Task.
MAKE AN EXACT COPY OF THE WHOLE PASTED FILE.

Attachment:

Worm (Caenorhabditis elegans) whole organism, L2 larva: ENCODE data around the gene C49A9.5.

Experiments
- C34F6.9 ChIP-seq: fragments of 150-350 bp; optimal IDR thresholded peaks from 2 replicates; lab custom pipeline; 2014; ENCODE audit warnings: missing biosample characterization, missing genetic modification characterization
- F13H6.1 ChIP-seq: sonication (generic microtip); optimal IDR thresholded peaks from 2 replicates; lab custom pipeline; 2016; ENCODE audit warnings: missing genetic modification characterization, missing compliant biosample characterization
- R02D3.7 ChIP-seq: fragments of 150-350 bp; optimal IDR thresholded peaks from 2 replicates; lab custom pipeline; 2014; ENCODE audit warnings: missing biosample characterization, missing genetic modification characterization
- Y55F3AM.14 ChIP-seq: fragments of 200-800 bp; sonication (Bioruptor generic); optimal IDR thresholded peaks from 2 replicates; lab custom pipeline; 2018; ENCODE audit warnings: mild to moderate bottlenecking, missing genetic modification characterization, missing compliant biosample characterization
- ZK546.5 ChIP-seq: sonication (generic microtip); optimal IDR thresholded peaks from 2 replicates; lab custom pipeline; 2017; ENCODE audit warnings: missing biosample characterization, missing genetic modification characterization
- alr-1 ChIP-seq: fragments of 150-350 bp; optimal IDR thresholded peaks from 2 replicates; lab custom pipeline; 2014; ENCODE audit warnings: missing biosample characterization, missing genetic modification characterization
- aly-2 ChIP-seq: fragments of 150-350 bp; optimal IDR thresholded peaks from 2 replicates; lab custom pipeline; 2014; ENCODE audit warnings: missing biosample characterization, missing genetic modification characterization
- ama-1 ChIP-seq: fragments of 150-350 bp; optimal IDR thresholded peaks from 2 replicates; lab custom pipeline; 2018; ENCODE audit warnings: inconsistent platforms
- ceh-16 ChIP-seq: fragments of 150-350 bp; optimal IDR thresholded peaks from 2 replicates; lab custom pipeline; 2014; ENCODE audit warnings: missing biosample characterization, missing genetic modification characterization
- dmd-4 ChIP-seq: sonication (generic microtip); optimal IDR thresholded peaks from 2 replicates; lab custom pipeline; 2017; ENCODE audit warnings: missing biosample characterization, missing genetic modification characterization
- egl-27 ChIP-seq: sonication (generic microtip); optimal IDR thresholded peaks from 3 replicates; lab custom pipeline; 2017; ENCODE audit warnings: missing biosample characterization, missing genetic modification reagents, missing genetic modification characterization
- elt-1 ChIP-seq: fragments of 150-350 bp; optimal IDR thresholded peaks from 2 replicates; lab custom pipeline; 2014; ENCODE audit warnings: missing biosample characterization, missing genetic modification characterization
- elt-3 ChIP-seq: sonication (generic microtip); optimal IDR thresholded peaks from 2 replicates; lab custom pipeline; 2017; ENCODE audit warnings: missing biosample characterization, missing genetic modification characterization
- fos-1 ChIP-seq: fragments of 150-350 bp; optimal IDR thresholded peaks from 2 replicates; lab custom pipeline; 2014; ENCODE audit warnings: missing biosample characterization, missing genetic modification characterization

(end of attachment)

Worm (Caenorhabditis elegans) whole organism, L2 larva: ENCODE data around the gene C49A9.5.

Experiments
- C34F6.9 ChIP-seq: fragments of 150-350 bp; optimal IDR thresholded peaks from 2 replicates; lab custom pipeline; 2014; ENCODE audit warnings: missing biosample characterization, missing genetic modification characterization
- F13H6.1 ChIP-seq: sonication (generic microtip); optimal IDR thresholded peaks from 2 replicates; lab custom pipeline; 2016; ENCODE audit warnings: missing genetic modification characterization, missing compliant biosample characterization
- R02D3.7 ChIP-seq: fragments of 150-350 bp; optimal IDR thresholded peaks from 2 replicates; lab custom pipeline; 2014; ENCODE audit warnings: missing biosample characterization, missing genetic modification characterization
- Y55F3AM.14 ChIP-seq: fragments of 200-800 bp; sonication (Bioruptor generic); optimal IDR thresholded peaks from 2 replicates; lab custom pipeline; 2018; ENCODE audit warnings: mild to moderate bottlenecking, missing genetic modification characterization, missing compliant biosample characterization
- ZK546.5 ChIP-seq: sonication (generic microtip); optimal IDR thresholded peaks from 2 replicates; lab custom pipeline; 2017; ENCODE audit warnings: missing biosample characterization, missing genetic modification characterization
- alr-1 ChIP-seq: fragments of 150-350 bp; optimal IDR thresholded peaks from 2 replicates; lab custom pipeline; 2014; ENCODE audit warnings: missing biosample characterization, missing genetic modification characterization
- aly-2 ChIP-seq: fragments of 150-350 bp; optimal IDR thresholded peaks from 2 replicates; lab custom pipeline; 2014; ENCODE audit warnings: missing biosample characterization, missing genetic modification characterization
- ama-1 ChIP-seq: fragments of 150-350 bp; optimal IDR thresholded peaks from 2 replicates; lab custom pipeline; 2018; ENCODE audit warnings: inconsistent platforms
- ceh-16 ChIP-seq: fragments of 150-350 bp; optimal IDR thresholded peaks from 2 replicates; lab custom pipeline; 2014; ENCODE audit warnings: missing biosample characterization, missing genetic modification characterization
- dmd-4 ChIP-seq: sonication (generic microtip); optimal IDR thresholded peaks from 2 replicates; lab custom pipeline; 2017; ENCODE audit warnings: missing biosample characterization, missing genetic modification characterization
- egl-27 ChIP-seq: sonication (generic microtip); optimal IDR thresholded peaks from 3 replicates; lab custom pipeline; 2017; ENCODE audit warnings: missing biosample characterization, missing genetic modification reagents, missing genetic modification characterization
- elt-1 ChIP-seq: fragments of 150-350 bp; optimal IDR thresholded peaks from 2 replicates; lab custom pipeline; 2014; ENCODE audit warnings: missing biosample characterization, missing genetic modification characterization
- elt-3 ChIP-seq: sonication (generic microtip); optimal IDR thresholded peaks from 2 replicates; lab custom pipeline; 2017; ENCODE audit warnings: missing biosample characterization, missing genetic modification characterization
- fos-1 ChIP-seq: fragments of 150-350 bp; optimal IDR thresholded peaks from 2 replicates; lab custom pipeline; 2014; ENCODE audit warnings: missing biosample characterization, missing genetic modification characterization